Copyright Issues and Fair Use on the Internet
The fair use doctrine permits limited use of copyrighted material without the permission of the copyright owner. In general, using copyrighted material for criticism, commentary, news reporting, teaching or research purposes is not considered copyright infringement. In determining whether a particular use of copyrighted material may be classified as “fair use” a court will examine the following four principal factors:
- Purpose: Is the information being used for commercial or educational purposes?
- Nature: What is the nature of the copyrighted material being used?
- Quantity: What portion of the original work is being used in relation to the whole?
- Effect: How will the use of the copyrighted material impact the potential market?
A lot of people use the Internet for creative or marketing purposes. A large portion of what is in cyberspace is derivative. If you are uncertain about whether your work falls outside the legal boundaries of fair use laws, or believe someone has unlawfully infringed upon your copyright, an experienced lawyer can help you understand your rights and responsibilities.
When Should You Seek Copyright Registration?
Copyright protection attaches to a work of original authorship as soon as it is fixed in a tangible medium of expression–writing, photos, recordings are common examples. 17 U.S.C. Section 102 There is no requirement that the work be registered with the Copyright Office or that a copyright notice be affixed.
It makes sense to register and affix a notice in many cases. 17 U.S.C. Section 411(a) says that a copyright must be registered before the owner can bring suit for copyright infringement. Section 412 says that awards of statutory damages and attorney’s fees are available only if the copyright has been registered.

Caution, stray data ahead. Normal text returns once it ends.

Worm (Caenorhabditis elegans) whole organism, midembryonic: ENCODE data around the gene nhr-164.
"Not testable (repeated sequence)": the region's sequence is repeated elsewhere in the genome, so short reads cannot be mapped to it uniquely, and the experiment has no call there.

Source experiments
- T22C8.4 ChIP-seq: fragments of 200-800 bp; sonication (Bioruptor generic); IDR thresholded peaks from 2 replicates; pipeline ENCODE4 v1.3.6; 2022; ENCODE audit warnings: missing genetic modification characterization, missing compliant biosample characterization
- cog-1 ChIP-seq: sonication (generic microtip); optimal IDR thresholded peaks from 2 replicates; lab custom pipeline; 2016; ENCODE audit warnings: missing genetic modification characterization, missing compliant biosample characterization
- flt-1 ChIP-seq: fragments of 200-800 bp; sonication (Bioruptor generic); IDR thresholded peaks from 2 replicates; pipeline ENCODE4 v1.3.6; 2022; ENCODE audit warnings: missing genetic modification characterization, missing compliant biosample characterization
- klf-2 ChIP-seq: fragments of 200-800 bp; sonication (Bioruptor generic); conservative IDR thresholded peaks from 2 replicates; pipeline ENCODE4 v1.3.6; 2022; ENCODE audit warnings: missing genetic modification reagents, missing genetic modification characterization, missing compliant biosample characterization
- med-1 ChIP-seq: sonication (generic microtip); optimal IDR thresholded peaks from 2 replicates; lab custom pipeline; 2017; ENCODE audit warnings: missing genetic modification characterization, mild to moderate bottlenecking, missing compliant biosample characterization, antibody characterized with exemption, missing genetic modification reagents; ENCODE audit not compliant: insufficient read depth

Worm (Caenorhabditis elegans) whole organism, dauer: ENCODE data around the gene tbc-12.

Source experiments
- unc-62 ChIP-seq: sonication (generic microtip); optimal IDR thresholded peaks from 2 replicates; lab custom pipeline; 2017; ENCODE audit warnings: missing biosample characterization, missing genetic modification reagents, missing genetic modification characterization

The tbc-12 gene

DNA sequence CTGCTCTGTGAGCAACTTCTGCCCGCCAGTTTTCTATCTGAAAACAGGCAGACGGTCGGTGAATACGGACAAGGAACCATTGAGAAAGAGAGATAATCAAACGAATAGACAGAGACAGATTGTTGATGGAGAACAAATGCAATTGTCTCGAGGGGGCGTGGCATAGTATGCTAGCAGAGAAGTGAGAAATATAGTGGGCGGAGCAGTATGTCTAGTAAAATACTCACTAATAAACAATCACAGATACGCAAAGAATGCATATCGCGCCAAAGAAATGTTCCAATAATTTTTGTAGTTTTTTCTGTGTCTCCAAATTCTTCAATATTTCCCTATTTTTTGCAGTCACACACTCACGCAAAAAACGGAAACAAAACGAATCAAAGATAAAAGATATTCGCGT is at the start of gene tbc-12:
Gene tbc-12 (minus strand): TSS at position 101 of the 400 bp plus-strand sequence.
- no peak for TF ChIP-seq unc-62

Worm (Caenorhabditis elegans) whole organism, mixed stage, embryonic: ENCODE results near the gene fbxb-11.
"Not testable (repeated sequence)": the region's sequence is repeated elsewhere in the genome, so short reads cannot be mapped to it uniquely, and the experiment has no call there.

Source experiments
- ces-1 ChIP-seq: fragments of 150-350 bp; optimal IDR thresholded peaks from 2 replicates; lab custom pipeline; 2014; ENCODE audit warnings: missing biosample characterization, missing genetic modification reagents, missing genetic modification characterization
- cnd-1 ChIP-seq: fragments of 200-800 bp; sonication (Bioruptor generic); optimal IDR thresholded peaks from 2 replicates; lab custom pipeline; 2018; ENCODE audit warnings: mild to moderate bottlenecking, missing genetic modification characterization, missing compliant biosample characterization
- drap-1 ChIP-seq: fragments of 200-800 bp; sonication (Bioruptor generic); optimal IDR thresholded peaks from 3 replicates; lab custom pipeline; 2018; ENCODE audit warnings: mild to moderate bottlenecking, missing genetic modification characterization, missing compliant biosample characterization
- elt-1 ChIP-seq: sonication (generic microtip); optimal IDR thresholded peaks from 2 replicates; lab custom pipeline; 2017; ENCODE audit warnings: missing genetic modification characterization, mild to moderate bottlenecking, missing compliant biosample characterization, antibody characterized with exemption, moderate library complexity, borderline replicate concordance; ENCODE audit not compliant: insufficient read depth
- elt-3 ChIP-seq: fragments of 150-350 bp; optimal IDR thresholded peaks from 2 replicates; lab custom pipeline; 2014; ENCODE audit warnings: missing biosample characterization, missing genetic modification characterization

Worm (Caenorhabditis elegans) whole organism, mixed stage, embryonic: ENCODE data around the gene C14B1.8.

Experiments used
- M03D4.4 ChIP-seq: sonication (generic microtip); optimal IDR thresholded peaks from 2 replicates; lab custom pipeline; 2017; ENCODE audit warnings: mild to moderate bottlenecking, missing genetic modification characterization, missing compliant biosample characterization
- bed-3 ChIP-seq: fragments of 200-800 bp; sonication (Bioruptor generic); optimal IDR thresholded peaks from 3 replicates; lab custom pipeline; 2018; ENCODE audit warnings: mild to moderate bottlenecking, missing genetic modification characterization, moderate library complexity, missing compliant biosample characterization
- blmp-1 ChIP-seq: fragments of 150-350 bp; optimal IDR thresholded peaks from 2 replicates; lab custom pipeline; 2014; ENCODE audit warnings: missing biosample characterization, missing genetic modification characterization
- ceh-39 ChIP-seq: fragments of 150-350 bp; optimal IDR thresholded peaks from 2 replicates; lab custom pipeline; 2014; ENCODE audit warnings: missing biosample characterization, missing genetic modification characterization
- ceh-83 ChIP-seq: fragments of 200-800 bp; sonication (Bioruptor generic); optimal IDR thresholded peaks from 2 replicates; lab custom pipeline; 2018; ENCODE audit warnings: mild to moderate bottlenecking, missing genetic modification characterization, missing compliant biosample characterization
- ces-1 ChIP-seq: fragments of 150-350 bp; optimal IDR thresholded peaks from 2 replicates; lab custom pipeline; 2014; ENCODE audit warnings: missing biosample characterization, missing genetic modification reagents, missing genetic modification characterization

It may be hard for you to prove actual damages or the amount of the defendant’s profits from infringement, awards of statutory damages and attorney’s fees are on balance the best approach for many. Statutory damages are awarded in the court’s discretion, up to $30,000 for infringement of a given work (Section 504(c)(1)), or up to $150,000 in a case of willful infringement (Section 504(c)(2)). A defendant who can prove the infringement was innocent can usually reduce the amount of actual or statutory damages. Presence of a copyright notice can help a plaintiff defeat an innocent infringement defense.
Copyright Terms and the Public Domain in the United States
Here is a link to a chart on the Cornell Law School Site that sets out all the copyright terms and when items pass into the public domain. http://copyright.cornell.edu/resources/publicdomain.cfm
Worried about a lawsuit or dispute arising out of fair use, copyright, domain name, website, key word advertising or other internet issues such as contract or fraud? Call us for a free consultation. Beverly Hills Business Attorney Galen Gentry can help you protect your business. Whether yours is a start up or a going concern we can help minimize lawsuit exposure and effectively litigate disputes. With 22 years of experience and the highest rating for legal skills and ethical conduct from avvo.com and martindale.com, Galen can work with you to avoid costly legal problems through proper planning. Call today for a free, no obligation consultation. Serving clients in Southern California including Los Angeles, Beverly Hills, Santa Monica, Hollywood, The San Fernando Valley, Glendale, Pasadena, Ventura County, Orange County and Long Beach.